Skip to content
Join our Newsletter

Mike Howell: What ever happened to that plan to demolish Vancouver's Georgia and Dunsmuir viaducts?

City council voted in October 2015 to knock down the aging infrastructure
Vancouver city council decided in October 2015 to demolish the Georgia and Dunsmuir viaducts at a cost of $90 million to $127 million.

Time for an update on the Georgia and Dunsmuir viaducts.

Breaking news — they’re still there!

Drove over the monstrosities recently and wondered what ever happened to the plan to knock them down. Their destruction was to trigger the creation of a new street network and the long-promised extension of Creekside Park.

A bunch of “affordable” housing was also planned for the land.

Longtime city hall watchers will recall the Gregor Robertson-led council voted 5-4 in October 2015 to demolish the elevated roadways, which have served as a link from Chinatown and Strathcona to downtown since the 1970s.

The estimated cost at the time to topple the concrete giants was $90 million to $127 million.

So why are they still standing?

Well, the same Vision Vancouver-dominated council voted in February 2018 to approve a wider plan to transform 58 hectares of land in Northeast False Creek into the equivalent of a town the size of Quesnel.

We’re talking a maze of new highrises and other forms of housing for up to 12,000 people.

“It’s an amazing opportunity to build a fantastic new neighbourhood around the stadiums and through where the viaducts are now,” said Robertson at the time.

Spread across the land would be a community centre and ice rink on the former Plaza of Nations site, 32 acres of new and redeveloped parks, at least three child-care facilities and a massive waterfront plaza and wharf lined with restaurants and pubs.

The construction of a cultural centre on Main Street to honour the Black community of Hogan’s Alley and a $30-million upgrade to the Chinese Cultural Centre of Greater Vancouver on Pender Street were also incorporated in the plan.

To do most of that, the viaducts have to come down.

I reached out to the city’s communications department this week to request an interview with the city’s head engineer, Lon LaClaire, or the city’s head planner, Theresa O’Donnell, to get an update on when the viaducts will be toppled and the status of the wider plan, but was turned down.

Instead, I received an emailed statement that said:

“The city is continuing to work on various aspects of implementing the Northeast False Creek Plan approved by city council in 2018, including the removal of the viaducts. The NEFC Plan is a multi-year plan, and funded by developer contributions; as such a specific timeline for the removal of the viaducts is not possible at this time.”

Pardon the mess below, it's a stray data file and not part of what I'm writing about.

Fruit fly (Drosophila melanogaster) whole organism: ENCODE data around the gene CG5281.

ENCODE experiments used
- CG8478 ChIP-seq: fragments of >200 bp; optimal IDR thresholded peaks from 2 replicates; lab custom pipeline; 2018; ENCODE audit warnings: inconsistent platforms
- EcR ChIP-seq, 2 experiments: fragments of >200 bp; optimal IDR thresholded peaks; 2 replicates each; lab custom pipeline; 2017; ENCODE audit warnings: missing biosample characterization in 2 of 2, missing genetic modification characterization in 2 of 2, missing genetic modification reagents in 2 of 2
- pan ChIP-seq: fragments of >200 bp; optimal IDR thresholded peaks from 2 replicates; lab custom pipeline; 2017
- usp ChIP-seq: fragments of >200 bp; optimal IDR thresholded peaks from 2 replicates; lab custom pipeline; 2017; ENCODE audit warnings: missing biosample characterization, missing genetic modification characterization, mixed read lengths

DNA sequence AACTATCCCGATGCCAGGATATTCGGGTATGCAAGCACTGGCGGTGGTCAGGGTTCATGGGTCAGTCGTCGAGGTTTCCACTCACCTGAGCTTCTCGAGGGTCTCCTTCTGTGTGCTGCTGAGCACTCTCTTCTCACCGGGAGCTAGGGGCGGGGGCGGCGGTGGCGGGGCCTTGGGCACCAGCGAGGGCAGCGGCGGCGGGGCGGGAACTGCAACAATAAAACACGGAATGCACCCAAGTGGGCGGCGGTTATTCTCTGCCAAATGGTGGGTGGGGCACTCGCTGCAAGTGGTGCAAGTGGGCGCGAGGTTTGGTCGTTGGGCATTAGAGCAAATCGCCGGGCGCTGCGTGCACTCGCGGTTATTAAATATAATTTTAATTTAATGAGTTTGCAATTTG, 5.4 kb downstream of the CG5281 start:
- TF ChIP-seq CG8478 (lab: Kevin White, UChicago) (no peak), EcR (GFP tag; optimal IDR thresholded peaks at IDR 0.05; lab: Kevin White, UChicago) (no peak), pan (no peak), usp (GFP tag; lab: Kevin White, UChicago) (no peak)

What the statement hinted at is the issues related to removal of the viaducts are complex and involve negotiations with landowners, particularly Concord Pacific.

Concord purchased the former Expo 86 properties in 1988 from the government and will see its land increase in value once the lands are reconfigured.

I reached out to Concord via email Monday for some insight on present and future development of the area, but hadn’t heard back by the time I wrote this sentence Tuesday afternoon.

For some perspective though, Concord vice-president Peter Webb told council in 2015 that the new neighbourhood planned for the area would not be solely for wealthy buyers.

“We don’t see this as a highly exclusive neighbourhood that we just sell for a fortune and wander off,” Webb said at the time.

“We understand the affordability of housing, the parks and community uses in the area, daycares, schools, seawalls, parks — all of those things are important parts of the development. And we recognize that in the rezoning process, we’ll have to address all of those topics together with the city in a sort of partnership way.”

As the city said in its email this week, it anticipates the project will be paid for with development-related revenues. Revenue will also come from the sale or lease of lands, senior government contributions and “other strategic partnerships.”

The expectation seven years ago was such arrangements will generate a surplus of $100 million when the viaducts are gone and the land is built out.

Whenever that may be.

For now, the viaducts — which staff argued in 2015 were underutilized and in disrepair to the tune of a $65-million upgrade to keep them standing after a moderate earthquake — remain operational, their date with the wrecking ball a question mark.

[email protected]